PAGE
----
When they finally manage to arrange all the luggage in a manner that will allow the trunk to actually latch shut, he opens the passenger side door and gestures for her to get in. It would seem, however, judging by her face, that she would like to drive. This makes George nervous, because he's seen her behind the wheel. She's not a bad driver, really. She's rather good, actually, and he trusts that they would never get into an accident and die a fiery death because she couldn't make a turn or merge on the highway. He does, however, have visions of them getting into run off the road and then murdered by a trucker named Jim Bob because Izzie cut him off and then gave him the finger. Because Izzie is slightly...aggressive. However, he's learned to pick his battles when she is concerned, and he doesn't think this one is worth it. So he hands her the keys and ducks into the car.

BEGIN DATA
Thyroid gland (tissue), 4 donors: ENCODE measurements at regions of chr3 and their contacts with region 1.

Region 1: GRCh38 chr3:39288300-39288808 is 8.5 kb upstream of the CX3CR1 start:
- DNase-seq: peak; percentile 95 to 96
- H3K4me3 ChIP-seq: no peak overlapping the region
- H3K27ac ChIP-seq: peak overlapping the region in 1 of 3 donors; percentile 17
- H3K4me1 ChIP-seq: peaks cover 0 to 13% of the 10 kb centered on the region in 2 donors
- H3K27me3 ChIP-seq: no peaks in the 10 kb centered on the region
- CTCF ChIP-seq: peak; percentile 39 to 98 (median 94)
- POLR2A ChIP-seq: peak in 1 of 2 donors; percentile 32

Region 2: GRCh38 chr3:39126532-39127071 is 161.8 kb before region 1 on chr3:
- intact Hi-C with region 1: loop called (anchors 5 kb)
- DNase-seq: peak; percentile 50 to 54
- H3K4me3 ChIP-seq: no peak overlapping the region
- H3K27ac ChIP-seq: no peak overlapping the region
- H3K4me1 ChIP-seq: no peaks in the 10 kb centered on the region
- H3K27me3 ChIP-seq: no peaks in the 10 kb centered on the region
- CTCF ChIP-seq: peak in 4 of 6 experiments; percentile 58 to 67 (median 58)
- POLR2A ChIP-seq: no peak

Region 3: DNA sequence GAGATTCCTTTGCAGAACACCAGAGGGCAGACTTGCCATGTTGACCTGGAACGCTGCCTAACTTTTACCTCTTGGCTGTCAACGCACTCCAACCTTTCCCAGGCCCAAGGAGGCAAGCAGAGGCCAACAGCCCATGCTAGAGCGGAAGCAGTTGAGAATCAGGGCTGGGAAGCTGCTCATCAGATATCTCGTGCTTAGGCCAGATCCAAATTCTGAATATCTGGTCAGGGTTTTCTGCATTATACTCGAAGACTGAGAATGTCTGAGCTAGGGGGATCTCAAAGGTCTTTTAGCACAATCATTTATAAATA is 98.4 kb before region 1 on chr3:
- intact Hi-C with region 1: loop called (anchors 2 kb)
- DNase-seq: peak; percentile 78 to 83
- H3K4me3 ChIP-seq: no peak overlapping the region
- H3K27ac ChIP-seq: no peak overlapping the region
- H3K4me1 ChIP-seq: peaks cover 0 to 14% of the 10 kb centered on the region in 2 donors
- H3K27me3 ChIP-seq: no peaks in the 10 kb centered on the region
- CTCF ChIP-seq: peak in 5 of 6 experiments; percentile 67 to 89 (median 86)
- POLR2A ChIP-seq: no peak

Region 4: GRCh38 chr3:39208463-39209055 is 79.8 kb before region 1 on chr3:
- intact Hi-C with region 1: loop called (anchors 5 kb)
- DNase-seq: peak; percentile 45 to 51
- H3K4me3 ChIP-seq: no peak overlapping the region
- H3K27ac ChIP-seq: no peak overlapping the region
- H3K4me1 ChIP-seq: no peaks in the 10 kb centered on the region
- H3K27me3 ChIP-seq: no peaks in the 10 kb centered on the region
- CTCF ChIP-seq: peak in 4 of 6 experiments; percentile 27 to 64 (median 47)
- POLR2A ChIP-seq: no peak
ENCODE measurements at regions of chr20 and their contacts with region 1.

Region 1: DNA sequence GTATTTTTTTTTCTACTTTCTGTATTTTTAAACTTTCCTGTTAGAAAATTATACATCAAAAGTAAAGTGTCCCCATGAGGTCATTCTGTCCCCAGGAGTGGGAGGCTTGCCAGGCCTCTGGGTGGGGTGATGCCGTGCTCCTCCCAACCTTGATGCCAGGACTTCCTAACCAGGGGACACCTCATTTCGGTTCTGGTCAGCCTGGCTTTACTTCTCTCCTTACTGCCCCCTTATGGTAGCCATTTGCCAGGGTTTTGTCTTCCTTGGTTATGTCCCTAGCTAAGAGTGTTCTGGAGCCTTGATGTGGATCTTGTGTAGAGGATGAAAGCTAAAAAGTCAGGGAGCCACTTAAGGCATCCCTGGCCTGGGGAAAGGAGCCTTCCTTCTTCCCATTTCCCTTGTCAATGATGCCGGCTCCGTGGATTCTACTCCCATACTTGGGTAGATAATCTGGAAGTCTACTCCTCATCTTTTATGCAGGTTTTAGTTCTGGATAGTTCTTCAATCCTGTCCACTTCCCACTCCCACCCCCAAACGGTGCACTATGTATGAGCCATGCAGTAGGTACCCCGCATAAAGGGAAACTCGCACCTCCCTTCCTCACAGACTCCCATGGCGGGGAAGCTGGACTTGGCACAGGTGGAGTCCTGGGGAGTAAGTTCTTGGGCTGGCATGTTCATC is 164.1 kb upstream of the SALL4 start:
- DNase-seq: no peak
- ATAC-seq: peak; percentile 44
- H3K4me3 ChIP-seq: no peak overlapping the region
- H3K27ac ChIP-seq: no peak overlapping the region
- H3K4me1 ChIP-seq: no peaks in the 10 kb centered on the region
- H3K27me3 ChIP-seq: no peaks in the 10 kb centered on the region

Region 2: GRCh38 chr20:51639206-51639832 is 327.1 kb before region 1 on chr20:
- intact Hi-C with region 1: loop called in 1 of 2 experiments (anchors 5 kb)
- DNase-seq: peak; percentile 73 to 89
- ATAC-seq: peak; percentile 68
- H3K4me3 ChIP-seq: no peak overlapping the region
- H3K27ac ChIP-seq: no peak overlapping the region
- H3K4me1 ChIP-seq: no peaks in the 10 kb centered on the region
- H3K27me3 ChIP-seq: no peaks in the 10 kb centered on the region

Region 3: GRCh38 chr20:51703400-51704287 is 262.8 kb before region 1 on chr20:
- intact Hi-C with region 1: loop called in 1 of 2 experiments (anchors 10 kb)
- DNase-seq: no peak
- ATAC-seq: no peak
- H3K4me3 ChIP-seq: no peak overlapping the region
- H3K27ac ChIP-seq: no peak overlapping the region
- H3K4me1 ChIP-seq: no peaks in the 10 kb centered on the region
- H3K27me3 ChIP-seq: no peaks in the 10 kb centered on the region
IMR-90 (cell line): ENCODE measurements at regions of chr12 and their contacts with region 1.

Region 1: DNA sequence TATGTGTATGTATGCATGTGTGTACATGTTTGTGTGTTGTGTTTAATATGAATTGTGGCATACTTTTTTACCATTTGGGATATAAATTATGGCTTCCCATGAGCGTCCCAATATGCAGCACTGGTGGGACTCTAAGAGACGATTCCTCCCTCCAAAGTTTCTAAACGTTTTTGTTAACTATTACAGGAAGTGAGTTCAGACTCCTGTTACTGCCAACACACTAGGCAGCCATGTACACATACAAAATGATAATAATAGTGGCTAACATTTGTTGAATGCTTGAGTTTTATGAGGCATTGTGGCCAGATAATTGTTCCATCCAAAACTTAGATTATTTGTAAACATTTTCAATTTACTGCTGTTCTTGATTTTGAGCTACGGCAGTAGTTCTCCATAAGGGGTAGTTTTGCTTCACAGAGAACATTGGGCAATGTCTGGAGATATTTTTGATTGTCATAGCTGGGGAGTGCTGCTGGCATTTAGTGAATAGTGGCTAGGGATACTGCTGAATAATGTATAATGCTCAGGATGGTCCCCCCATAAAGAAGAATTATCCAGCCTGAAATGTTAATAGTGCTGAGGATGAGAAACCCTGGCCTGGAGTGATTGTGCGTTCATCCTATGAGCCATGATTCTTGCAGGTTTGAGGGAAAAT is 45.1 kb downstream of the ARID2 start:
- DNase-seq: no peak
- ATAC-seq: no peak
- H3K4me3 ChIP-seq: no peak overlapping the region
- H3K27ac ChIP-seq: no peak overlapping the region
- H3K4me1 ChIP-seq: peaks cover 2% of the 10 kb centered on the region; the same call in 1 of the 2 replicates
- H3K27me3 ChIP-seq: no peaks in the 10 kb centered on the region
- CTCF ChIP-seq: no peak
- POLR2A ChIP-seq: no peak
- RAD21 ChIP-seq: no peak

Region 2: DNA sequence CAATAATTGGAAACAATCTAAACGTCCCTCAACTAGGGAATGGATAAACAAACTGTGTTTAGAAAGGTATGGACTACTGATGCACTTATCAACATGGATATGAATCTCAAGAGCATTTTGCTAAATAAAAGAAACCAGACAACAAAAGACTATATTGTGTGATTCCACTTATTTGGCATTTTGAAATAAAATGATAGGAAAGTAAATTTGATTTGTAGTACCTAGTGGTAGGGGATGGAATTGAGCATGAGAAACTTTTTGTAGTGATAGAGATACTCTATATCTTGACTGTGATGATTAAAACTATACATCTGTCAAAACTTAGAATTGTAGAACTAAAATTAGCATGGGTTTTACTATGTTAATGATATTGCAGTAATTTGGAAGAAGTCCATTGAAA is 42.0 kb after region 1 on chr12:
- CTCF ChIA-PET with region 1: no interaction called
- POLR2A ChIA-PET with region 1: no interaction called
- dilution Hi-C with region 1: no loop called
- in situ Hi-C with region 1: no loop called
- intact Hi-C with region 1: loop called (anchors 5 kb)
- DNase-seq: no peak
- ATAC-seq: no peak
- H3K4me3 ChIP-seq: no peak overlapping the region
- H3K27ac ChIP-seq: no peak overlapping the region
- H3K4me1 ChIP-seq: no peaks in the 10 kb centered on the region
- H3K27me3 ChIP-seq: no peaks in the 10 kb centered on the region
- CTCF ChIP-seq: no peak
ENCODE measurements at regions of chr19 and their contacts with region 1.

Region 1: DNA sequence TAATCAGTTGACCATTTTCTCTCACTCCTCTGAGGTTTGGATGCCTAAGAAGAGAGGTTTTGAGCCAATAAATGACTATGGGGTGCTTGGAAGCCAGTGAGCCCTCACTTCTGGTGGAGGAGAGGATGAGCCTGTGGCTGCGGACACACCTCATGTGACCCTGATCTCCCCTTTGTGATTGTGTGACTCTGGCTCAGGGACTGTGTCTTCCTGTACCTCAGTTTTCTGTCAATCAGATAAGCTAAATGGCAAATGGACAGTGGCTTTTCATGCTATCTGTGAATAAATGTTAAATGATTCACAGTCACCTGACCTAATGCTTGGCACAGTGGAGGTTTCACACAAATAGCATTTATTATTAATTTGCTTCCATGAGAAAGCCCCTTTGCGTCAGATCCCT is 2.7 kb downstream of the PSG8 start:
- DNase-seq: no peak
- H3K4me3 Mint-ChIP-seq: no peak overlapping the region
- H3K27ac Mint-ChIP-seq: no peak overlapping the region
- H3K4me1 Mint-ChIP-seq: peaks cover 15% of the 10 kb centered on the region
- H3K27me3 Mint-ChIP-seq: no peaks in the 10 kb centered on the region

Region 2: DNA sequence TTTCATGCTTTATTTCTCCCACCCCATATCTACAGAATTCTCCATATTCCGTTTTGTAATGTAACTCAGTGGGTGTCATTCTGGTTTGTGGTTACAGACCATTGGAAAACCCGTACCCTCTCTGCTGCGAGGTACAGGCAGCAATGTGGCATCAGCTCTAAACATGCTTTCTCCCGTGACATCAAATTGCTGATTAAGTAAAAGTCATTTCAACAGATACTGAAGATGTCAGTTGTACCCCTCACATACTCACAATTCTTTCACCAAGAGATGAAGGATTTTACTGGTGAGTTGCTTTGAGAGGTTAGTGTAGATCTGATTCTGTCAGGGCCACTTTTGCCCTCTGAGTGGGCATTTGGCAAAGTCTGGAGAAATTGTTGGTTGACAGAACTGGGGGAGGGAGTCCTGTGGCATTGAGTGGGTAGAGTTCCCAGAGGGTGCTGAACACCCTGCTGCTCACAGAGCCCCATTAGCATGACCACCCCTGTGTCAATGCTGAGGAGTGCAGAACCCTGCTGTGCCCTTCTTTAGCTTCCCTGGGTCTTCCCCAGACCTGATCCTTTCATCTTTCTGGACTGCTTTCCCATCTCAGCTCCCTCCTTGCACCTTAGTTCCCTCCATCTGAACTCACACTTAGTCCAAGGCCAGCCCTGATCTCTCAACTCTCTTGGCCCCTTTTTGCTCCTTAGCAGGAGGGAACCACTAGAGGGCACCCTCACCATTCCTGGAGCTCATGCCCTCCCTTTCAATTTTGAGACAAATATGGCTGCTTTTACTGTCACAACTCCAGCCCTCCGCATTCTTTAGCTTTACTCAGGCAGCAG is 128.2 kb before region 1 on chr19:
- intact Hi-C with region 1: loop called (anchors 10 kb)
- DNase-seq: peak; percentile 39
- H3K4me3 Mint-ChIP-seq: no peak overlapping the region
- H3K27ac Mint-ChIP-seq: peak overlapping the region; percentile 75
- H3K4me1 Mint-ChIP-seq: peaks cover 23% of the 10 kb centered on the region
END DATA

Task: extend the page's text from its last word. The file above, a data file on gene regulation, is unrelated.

She climbs into the driver's seat moments later, an excited grin on her face, and puts the key in the ignition. She glances at him and asks one last time if he's sure. He hesitates for a moment, but then sees a flash of panic in his best friend's wide, brown eyes, and replies with a quiet but sturdy "Of course." She lets out a breath she didn't realize she was holding and pulls out of the driveway.

Hand in hand, they leave Seattle behind.


The three hour drive up is mostly quiet, but it's a comfortable quiet. Something George has always loved up their relationship is that they don't have to use words to express how they feel. The same cannot be said about any of his other relationships, especially the one with his wife. Just thinking of how twisted and wrong that is makes him sigh heavily and, as if to twist the knife in his gut a little deeper, Izzie correctly assumes that he is thinking about Callie and tells him to stop.